Thursday, July 07, 2022
Workers in the Portland-Vancouver-Hillsboro, OR-WA Metropolitan Statistical Area had an average (mean) hourly wage of $30.93 in May 2021, about 10 percent above the nationwide average of $28.01, the U.S. Bureau of Labor Statistics reported today. Regional Commissioner Chris Rosenlund noted that, after testing for statistical significance, wages in the local area were higher than their respective national averages in 16 of the 22 major occupational groups, including healthcare practitioners and technical, educational instruction and library, and construction and extraction. Only one group had significantly lower wages than their respective national averages: legal.
When compared to the nationwide distribution, Portland area employment was more highly concentrated in 9 of the 22 occupational groups, including architecture and engineering, management, and computer and mathematical. Nine groups had employment shares significantly below their national representation, including healthcare support, educational instruction and library, and healthcare practitioners and technical. (See table A.)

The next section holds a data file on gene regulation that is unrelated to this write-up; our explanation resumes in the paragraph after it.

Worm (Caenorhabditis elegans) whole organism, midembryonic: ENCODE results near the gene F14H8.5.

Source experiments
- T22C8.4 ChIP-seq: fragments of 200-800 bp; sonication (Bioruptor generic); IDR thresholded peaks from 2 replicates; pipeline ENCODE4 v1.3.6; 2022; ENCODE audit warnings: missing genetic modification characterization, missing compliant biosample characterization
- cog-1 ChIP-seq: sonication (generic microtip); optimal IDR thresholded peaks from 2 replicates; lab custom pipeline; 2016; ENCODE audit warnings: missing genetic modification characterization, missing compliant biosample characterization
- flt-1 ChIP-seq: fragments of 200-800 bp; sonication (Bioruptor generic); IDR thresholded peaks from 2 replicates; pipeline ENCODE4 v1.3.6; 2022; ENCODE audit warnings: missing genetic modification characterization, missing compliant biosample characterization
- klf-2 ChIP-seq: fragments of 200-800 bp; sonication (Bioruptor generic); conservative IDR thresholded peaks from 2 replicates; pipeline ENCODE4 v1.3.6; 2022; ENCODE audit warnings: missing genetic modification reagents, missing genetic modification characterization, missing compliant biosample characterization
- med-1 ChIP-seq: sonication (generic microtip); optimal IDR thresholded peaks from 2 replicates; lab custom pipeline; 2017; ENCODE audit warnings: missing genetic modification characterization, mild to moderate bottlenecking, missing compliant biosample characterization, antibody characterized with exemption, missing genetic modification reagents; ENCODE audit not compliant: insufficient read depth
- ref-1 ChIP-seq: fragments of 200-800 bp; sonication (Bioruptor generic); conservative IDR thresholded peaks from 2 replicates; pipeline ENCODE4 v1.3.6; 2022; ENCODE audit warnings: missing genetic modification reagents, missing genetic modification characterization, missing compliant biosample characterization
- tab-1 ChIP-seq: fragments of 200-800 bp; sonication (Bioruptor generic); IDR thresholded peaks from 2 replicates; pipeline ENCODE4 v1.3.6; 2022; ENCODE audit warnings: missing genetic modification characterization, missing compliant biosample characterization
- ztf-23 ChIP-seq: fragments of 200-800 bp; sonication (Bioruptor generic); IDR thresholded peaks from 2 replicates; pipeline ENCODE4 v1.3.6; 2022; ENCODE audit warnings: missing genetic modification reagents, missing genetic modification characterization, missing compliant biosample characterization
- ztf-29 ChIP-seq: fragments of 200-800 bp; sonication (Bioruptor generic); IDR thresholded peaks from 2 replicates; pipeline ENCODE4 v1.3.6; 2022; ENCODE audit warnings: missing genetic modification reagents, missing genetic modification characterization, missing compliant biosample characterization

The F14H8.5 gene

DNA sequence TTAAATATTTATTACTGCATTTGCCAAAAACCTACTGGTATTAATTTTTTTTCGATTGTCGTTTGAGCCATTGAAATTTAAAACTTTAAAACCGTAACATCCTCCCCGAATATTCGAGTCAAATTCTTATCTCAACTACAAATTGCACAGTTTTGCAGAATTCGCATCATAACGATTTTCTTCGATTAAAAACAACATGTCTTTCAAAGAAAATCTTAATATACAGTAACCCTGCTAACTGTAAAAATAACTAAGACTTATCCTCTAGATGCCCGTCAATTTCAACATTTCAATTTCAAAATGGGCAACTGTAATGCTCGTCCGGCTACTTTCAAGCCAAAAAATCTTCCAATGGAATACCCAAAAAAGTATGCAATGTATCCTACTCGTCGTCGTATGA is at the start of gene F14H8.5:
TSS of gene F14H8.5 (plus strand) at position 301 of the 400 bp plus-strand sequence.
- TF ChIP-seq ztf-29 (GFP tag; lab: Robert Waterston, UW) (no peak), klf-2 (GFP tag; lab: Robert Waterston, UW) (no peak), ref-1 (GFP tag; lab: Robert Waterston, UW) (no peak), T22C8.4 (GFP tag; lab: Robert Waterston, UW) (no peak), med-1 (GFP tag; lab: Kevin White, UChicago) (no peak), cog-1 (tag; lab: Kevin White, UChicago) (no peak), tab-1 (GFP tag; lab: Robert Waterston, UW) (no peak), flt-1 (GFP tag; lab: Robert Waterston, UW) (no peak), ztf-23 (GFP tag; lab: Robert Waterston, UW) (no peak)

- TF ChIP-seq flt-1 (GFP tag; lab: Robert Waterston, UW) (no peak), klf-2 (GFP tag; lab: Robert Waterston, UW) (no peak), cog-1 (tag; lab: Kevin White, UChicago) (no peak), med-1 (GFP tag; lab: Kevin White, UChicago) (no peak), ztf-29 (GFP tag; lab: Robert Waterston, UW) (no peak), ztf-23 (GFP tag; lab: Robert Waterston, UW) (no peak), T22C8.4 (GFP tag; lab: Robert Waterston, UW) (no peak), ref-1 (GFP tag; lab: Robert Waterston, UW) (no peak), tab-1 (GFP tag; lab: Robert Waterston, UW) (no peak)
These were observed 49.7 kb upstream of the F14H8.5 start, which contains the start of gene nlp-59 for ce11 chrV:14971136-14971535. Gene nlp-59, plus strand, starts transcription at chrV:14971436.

|Major occupational group||Percent of total employment||Mean hourly wage|
|United States||Portland||United States||Portland||Percent difference (1)|
Total, all occupations
Business and financial operations
Computer and mathematical
Architecture and engineering
Life, physical, and social science
Community and social service
Educational instruction and library
Arts, design, entertainment, sports, and media
Healthcare practitioners and technical
Food preparation and serving related
Building and grounds cleaning and maintenance
Personal care and service
Sales and related
Office and administrative support
Farming, fishing, and forestry
Construction and extraction
Installation, maintenance, and repair
Transportation and material moving